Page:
Oral administration of recombinant Crp4 partially prevents dysbiosis and GVHD
α-Defensins are the most potent AMPs, which account for 70% of the Paneth cell-derived AMP activity (Ayabe et al., 2000; Salzman et al., 2010). Finally, we addressed whether direct administration of α-defensin could modify the intestinal microbiota. We generated Crp4, the most bactericidal mouse α-defensin (Tomisawa et al., 2015). Crp4 was orally administered at a dose of 125 µg twice daily from day 3 to 7 after SCT and resulted in increased fecal levels of Crp4 measured by ELISA, which detects only conformationally native form, not changed or reduced form, indicating that Crp4 was not degenerated before reaching the intestines (Fig. 3 A; Nakamura et al., 2013). Administration of Crp4 significantly ameliorated GVHD-mediated dysbiosis (Fig. 3 B) and restored microbiome diversity (Fig. 3 C) without altering the bacterial load on day 7 (Fig. 3 D). There was a significant difference in the bacterial composition between Crp4-treated animals and allogeneic controls on day 7 (Fig. 3, E and F). Crp4 significantly inhibited the GVHD-associated outgrowth of Bacteroides at genus level (44.9 ± 4.5% vs. 28.0 ± 3.8%; P = 0.038), and there were trends of reduced Enterobacteriales (11.3 ± 3.2% vs. 3.78 ± 3.3%; P = 0.11) and increased Clostridiales (17.6 ± 3.0% vs. 32.6 ± 6.2%; P = 0.067) at order levels in Crp4-treated animals compared with allogeneic controls (Fig. 3, G and H). Oral administration of Crp4 also significantly suppressed donor T cell infiltration into the small intestine, liver, and spleen (Fig. S3, C–E) and significantly mitigated weight loss and clinical GVHD scores on day 21 after SCT (Fig. 3, I and J). The flora shift toward the widespread prevalence of Bacteroides and Escherichia in GVHD (Fig. 2 F and Fig. 3 B), as has been shown (Eriguchi et al., 2012), increased the translocation of pathogen-associated molecular patterns, such as lipopolysaccharides into systemic circulation, and augmented donor T cell activation (Cooke et al., 2001). Crp4 suppressed the outgrowth of such pathogens (Fig. 3 B), as has been shown (Masuda et al., 2011), and thereby could suppress systemic donor T cell expansion. However, dysbiosis recurred after discontinuation of Crp4, and effects of Crp4 against GVHD were abrogated on day 35 (Fig. 3, B, C, E, F, I, and J). Although Crp4-treated mice showed a trend toward better survival early after SCT, the difference was eventually not significant (Fig. 3 K), suggesting that the brief administration of a single Crp subset may not be impactful enough to improve survival.
Although both R-Spo1 and Crp4 prevented dysbiosis, the effects of R-Spo1 were more potent than those of Crp4. We previously reported that short-term administration of R-Spo1 significantly prolonged survival after SCT, but the effects of short-term Crp4 on GVHD were modest. This is probably because R-Spo1 potentially increases AMPs from Paneth cells other than Crp4, such as Crp1 and lysozyme (Fig. 1, E, F, and N), and possibly other AMPs from other cells such as regenerating islet-derived protein 3 (Reg3) from enterocytes and exerts protective effects against ISCs and epithelial injury (Takashima et al., 2011).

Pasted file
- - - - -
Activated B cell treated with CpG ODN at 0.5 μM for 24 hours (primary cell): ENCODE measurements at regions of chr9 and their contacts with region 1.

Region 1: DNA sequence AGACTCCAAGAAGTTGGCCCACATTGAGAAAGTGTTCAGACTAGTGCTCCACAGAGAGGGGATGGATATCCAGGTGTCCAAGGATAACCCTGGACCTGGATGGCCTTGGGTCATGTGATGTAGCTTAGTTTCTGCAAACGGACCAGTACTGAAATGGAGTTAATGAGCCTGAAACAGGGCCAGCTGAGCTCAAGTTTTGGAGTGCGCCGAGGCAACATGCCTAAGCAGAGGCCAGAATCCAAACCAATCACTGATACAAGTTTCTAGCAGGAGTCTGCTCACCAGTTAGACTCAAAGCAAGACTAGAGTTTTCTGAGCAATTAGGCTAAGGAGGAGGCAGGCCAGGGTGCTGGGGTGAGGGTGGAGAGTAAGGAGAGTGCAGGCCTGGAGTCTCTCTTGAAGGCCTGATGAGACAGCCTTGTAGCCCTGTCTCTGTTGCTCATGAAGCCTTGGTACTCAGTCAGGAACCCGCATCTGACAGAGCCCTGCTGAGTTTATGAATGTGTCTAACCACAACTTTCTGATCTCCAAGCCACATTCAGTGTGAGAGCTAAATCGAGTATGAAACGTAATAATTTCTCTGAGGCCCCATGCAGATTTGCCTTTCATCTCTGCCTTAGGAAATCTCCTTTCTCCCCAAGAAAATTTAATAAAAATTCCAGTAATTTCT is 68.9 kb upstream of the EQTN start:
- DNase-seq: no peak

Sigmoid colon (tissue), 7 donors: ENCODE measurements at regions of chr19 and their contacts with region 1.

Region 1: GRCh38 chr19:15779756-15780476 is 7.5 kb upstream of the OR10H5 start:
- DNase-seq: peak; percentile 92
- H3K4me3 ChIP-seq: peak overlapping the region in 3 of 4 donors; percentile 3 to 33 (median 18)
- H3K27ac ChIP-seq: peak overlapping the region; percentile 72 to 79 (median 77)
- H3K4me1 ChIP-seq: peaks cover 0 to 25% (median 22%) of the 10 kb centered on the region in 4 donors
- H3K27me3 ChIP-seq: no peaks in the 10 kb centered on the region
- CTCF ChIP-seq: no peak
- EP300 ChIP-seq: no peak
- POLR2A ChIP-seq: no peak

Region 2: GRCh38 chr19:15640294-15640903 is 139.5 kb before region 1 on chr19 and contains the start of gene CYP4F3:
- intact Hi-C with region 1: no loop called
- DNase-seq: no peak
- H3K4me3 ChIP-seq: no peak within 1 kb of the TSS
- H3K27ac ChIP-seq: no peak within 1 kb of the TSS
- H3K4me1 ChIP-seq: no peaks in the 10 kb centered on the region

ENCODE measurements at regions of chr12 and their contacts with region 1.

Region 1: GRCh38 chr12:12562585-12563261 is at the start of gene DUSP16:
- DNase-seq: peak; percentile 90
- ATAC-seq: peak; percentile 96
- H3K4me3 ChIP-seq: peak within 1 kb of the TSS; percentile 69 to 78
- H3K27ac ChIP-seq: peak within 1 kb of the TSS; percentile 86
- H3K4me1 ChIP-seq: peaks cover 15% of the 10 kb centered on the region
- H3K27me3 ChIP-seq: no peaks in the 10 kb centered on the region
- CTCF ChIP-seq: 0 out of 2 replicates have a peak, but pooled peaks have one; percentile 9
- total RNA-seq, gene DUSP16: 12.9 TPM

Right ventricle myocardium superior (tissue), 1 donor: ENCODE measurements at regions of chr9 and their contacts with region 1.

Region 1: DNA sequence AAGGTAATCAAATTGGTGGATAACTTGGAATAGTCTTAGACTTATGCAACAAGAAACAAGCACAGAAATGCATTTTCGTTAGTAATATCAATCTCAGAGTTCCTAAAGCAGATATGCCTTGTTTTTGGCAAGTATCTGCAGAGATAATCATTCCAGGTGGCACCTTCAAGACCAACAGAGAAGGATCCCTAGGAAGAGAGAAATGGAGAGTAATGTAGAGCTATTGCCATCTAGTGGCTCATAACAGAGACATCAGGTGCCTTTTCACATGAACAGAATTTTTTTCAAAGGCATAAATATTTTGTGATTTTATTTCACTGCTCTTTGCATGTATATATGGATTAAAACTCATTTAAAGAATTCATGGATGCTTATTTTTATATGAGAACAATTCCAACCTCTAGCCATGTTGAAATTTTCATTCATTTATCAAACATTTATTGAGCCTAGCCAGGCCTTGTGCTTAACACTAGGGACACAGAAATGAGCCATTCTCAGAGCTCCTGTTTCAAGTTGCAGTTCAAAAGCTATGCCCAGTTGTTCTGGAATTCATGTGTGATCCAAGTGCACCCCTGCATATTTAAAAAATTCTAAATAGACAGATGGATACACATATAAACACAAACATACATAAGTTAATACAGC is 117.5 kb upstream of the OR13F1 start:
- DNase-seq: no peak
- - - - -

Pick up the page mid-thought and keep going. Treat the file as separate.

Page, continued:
Epithelial regeneration is critical for barrier maintenance for host defense and favorable immune responses (Takashima et al., 2011; Lindemans et al., 2015). α-Defensins lack protective effects on epithelium; intestinal epithelial injury impairs the beneficial effects of commensals on the host immune system (Nakahashi-Oda et al., 2016). IL-22 also promotes ISC-mediated intestinal epithelial regeneration (Lindemans et al., 2015); however, differentiation of ISCs toward Paneth cells requires Wnt/β-catenin signaling (Yin et al., 2014). Thus, R-Spo1 could more potently stimulate Paneth cell proliferation and secretion of α-defensins than IL-22. However, IL-22 increases enterocyte production of another AMP, Reg3 (Lindemans et al., 2015). A combined use of R-Spo1 and IL-22 may be an attractive strategy.
There is a cross talk between a host and microbiota. Normal microbiota is important for the host’s health and a balanced immune system. Emerging data suggest that changes in the microbiota play a crucial role in the pathogenesis of both intestinal and nonintestinal disorders (Kamada et al., 2013; Mathewson et al., 2016; Teshima et al., 2016). The direct administration of a single AMP could be a novel approach to restore the gut ecosystem in dysbiosis. However, administration of R-Spo1 may modify the gut ecosystem more potently by increasing multiple AMPs from Paneth cells and possibly by other intestinal epithelial cells. Thus, the administration of R-Spo1 represents a novel physiological approach to restore the gut microbial ecosystem in order to ameliorate disease activity not only in GVHD, but also in various diseases in association with intestinal dysbiosis.
Materials and methods
Female C57BL/6 (B6: H-2b, CD45.2+), C57BL/6-Ly5a (B6-CD45.1: H-2b, CD45.1+), B6D2F1 (H-2b/d, CD45.2+), and DBA/2 (H-2d, CD45.2+) were purchased from CLEA Japan. Female BALB/c (H-2d, CD45.2+) mice were purchased from Charles River Japan. B6-Lgr5-EGFP-creER (Lgr5-EGFP-IRES-creERT2) and B6-R26Tomato [B6.Cg-Gt(ROSA)26Sortm14(CAG-tdTOMATO)Hze/J] mice were purchased from Jackson Laboratory. Lgr5-EGFP-creER×R26Tomato mice were generated by crossing B6-R26Tomato female mice with B6-Lgr5-EGFP-creER male mice. B6D2F1-Lgr5-EGFP-creER mice were generated by crossing B6-Lgr5-EGFP-creER male mice with DBA/2 female mice. All animal experiments were performed under the auspices of the Institutional Animal Care and Research Advisory Committee (approval number 12–0106). Experiments in this manuscript were performed in a nonblinded fashion. All mice for microbial analysis or the recipients of SCT were purchased from the same vendor and cohoused until they were used in the experiments.